WASHINGTON — Max Scherzer signed a $210 million contract to be the Washington Nationals‘ ace, and so far has earned every penny of it. He has two Cy Young awards on his résumé and stands a good chance of winning a third this season. He’s an alpha dog’s alpha dog who was born to start big games. Yet right now, he might very well be Washington’s second-best option to start Game 1 of the National League Division Series.
Because Stephen Strasburg.
In his final regular-season outing Friday, Strasburg dominated the Pittsburgh Pirates, giving up only two hits over 7⅔ shutout innings in Washington’s 6-1 victory. The performance, in which Strasburg retired the first 14 batters he faced and looked as dominant as he has all year, was merely the latest in a string of stellar starts for the Nats’ right-hander.
Since returning from the disabled list Aug. 19, the 29-year-old has given up no earned runs in six of eight starts and has fanned 63 batters against only 10 walks. According to ESPN Stats & Information, his 0.86 ERA since the All-Star break is the second-lowest ever by a pitcher in the second half of a season (minimum of 10 starts) behind Jake Arrieta (0.75 in 2015). Just how good has Strasburg been? By the time he hit the showers Friday night, he had leapfrogged Scherzer on the ERA leaderboard. All of which raises the question: Has Strasburg leapfrogged his teammate in the postseason rotation?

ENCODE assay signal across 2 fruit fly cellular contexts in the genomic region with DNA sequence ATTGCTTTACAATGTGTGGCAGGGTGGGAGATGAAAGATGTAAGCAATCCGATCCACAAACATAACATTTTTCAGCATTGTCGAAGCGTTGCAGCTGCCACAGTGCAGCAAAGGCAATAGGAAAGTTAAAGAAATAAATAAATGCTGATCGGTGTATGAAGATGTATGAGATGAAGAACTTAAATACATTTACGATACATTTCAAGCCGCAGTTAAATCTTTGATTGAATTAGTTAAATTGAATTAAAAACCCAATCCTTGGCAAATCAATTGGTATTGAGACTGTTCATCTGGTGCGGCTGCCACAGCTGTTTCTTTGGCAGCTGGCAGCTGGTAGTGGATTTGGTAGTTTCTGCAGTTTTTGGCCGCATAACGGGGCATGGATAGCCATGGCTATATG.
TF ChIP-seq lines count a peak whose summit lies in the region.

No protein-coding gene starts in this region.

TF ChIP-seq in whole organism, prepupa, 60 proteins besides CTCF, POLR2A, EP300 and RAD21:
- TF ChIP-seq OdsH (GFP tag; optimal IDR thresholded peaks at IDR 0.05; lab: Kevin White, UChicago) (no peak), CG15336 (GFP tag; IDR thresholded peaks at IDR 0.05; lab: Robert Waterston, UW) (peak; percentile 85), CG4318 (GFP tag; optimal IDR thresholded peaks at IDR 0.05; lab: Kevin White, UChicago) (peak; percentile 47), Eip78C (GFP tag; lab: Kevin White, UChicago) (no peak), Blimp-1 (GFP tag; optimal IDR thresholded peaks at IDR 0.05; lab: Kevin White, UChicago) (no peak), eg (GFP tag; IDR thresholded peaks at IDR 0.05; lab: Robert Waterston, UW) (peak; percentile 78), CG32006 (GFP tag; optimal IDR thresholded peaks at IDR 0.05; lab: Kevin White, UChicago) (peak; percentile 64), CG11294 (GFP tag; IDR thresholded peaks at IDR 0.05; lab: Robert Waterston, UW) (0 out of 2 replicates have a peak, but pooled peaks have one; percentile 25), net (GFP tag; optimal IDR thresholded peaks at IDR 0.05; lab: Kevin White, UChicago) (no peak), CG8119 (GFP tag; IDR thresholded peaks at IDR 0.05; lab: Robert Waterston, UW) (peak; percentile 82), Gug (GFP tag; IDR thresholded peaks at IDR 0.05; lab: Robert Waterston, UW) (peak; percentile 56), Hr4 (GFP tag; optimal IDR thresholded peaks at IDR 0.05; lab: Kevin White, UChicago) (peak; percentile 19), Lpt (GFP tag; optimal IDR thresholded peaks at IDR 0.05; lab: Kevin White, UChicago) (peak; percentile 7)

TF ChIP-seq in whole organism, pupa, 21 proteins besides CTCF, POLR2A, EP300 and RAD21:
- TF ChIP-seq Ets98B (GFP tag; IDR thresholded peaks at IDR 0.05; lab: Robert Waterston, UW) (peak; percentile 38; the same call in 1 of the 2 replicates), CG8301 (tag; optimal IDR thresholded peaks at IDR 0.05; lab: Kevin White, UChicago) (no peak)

“You guys can read into whatever you want,” Nats skipper Dusty Baker said before Friday’s game when asked if the order of Washington’s starters this weekend (Strasburg/Scherzer/Gio Gonzalez as opposed to Scherzer/Strasbrug/Gonzalez) might possibly be a playoff portent. Baker paused for a moment, flashed a mischievous grin, then continued. “Either way, that’s a pretty good order, isn’t it?”
Either way, Baker gets a guy with Game 1 experience. In 2014, his only career postseason appearance, Strasburg started Washington’s NLDS opener against the Giants. Scherzer has started Game 1 each of the past three times his teams have been in a playoff series (’13 and ’14 with Detroit, ’16 with Washington).
Either way, Baker would have the liberty of choosing whomever he so desires to pitch a potential Game 5. Thanks to the travel days in the playoff schedule, whichever guy starts Game 1 next Friday would be coming back on an extra day of rest (five days) for Game 5 on Oct. 12, and the guy who starts Game 2 next Saturday would be working on normal rest (four days) in an elimination game.
Either way, Baker should be able to rest relatively easy next week in the run-up to the division series, knowing that he has one of the best pitchers in the game taking the ball as his club embarks on its quest to win a playoff series for the first time in Nationals history.
Although Baker has been around for only one of Washington’s early playoff exits, Ryan Zimmerman has been around for all three and knows full well what it means to have Strasburg — who missed both the 2012 and 2016 playoffs — and Scherzer pitching in the same postseason rotation for the first time, regardless of order.
“If you look at teams that make deep runs or usually have a run in the playoffs, the starting pitching and pitching overall is the backbone of those runs,” said Zimmerman, who notched a career-high four extra-base hits Friday (two doubles, two homers). “You’re not usually going to go out and score a ton of runs in the playoffs. So to have two guys like that … it’s a luxury.”
As for deciding who pitches Game 1, well, everyone should have such problems. Everyone except for Baker.
“It’s not a problem,” Washington’s manager said after Friday’s win, again with the mischievous grin. Only this time, with more mischief and less grin. “We know what we want to do.”
Not that he’s interested in showing his cards anytime soon.
“We’ll let you know next Thursday.”